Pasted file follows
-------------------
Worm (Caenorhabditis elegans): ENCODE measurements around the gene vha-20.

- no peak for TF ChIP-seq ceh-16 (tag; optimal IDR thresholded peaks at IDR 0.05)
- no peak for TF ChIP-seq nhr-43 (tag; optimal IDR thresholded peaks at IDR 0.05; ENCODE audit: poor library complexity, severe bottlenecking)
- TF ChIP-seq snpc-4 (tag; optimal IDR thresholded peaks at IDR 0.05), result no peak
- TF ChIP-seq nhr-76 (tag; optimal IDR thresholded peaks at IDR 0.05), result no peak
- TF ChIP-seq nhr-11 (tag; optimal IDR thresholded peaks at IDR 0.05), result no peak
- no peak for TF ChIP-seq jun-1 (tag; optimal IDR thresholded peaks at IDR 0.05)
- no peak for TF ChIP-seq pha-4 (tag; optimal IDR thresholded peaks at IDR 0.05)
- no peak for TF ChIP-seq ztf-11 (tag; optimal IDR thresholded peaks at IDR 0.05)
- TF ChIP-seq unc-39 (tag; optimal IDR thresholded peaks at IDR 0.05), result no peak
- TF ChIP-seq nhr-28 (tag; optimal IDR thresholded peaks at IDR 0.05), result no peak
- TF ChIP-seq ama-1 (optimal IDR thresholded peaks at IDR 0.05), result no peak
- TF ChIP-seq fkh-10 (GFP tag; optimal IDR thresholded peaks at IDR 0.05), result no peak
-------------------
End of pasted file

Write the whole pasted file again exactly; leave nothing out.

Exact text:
Worm (Caenorhabditis elegans): ENCODE measurements around the gene vha-20.

- no peak for TF ChIP-seq ceh-16 (tag; optimal IDR thresholded peaks at IDR 0.05)
- no peak for TF ChIP-seq nhr-43 (tag; optimal IDR thresholded peaks at IDR 0.05; ENCODE audit: poor library complexity, severe bottlenecking)
- TF ChIP-seq snpc-4 (tag; optimal IDR thresholded peaks at IDR 0.05), result no peak
- TF ChIP-seq nhr-76 (tag; optimal IDR thresholded peaks at IDR 0.05), result no peak
- TF ChIP-seq nhr-11 (tag; optimal IDR thresholded peaks at IDR 0.05), result no peak
- no peak for TF ChIP-seq jun-1 (tag; optimal IDR thresholded peaks at IDR 0.05)
- no peak for TF ChIP-seq pha-4 (tag; optimal IDR thresholded peaks at IDR 0.05)
- no peak for TF ChIP-seq ztf-11 (tag; optimal IDR thresholded peaks at IDR 0.05)
- TF ChIP-seq unc-39 (tag; optimal IDR thresholded peaks at IDR 0.05), result no peak
- TF ChIP-seq nhr-28 (tag; optimal IDR thresholded peaks at IDR 0.05), result no peak
- TF ChIP-seq ama-1 (optimal IDR thresholded peaks at IDR 0.05), result no peak
- TF ChIP-seq fkh-10 (GFP tag; optimal IDR thresholded peaks at IDR 0.05), result no peak